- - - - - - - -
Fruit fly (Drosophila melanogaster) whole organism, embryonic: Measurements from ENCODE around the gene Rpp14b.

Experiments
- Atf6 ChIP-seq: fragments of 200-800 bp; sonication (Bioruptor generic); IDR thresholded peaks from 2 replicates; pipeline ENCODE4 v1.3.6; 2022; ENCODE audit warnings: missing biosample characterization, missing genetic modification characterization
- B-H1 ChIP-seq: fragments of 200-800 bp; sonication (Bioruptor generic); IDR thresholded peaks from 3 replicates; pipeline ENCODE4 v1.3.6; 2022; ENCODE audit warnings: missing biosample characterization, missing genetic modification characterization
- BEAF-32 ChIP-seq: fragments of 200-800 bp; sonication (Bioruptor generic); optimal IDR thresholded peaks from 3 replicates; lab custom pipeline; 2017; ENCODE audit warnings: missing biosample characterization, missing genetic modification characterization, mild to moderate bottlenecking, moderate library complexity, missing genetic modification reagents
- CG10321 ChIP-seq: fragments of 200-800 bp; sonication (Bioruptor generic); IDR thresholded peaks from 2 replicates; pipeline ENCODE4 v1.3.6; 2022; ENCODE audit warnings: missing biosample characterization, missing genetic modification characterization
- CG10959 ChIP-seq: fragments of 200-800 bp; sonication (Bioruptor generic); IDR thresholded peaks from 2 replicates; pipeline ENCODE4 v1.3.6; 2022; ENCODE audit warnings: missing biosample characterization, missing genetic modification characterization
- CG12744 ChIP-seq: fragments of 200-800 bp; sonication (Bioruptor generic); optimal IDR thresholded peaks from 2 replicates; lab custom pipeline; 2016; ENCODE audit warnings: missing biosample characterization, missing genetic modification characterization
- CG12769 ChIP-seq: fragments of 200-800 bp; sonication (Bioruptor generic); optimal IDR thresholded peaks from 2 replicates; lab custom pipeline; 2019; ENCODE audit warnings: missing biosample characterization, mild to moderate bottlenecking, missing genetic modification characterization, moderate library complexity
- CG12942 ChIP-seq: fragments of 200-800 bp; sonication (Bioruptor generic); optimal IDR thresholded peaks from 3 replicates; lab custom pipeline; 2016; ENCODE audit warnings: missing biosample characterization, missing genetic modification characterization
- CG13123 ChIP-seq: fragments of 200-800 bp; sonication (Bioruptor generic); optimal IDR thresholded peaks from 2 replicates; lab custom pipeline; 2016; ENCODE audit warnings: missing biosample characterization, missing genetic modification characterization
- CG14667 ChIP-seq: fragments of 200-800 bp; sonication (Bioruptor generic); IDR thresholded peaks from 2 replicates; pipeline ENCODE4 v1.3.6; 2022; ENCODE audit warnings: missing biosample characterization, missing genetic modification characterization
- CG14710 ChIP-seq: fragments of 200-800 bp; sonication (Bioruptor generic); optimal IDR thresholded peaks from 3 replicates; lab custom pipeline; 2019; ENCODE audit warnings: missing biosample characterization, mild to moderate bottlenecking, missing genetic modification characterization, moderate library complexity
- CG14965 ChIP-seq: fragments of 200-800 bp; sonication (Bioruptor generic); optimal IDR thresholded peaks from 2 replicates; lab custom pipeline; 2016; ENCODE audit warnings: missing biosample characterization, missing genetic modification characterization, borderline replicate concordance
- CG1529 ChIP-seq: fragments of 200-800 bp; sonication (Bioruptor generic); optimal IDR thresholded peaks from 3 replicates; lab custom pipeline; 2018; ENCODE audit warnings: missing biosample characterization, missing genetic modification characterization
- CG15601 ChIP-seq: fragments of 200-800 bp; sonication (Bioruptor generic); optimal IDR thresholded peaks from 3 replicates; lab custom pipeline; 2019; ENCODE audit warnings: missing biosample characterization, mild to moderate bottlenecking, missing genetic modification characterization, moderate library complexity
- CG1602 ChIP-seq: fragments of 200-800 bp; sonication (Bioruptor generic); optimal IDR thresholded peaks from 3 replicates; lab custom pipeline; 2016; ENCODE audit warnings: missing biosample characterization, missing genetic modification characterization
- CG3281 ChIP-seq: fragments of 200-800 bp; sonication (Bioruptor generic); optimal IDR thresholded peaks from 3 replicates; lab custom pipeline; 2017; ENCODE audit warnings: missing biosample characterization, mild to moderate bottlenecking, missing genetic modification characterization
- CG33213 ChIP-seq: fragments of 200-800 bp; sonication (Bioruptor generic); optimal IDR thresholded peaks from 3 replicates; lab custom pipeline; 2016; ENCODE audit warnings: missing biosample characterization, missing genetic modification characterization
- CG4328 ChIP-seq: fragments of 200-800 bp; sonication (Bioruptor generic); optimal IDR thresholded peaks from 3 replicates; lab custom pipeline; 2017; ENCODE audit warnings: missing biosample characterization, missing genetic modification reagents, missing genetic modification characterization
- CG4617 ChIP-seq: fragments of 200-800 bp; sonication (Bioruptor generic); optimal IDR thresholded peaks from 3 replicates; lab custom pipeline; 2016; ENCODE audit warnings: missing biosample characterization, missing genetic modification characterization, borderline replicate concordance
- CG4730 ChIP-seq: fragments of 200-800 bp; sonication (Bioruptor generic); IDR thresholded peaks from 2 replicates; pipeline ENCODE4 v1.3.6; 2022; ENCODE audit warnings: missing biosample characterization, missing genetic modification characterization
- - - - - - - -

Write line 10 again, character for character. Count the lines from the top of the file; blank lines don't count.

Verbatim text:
- CG12942 ChIP-seq: fragments of 200-800 bp; sonication (Bioruptor generic); optimal IDR thresholded peaks from 3 replicates; lab custom pipeline; 2016; ENCODE audit warnings: missing biosample characterization, missing genetic modification characterization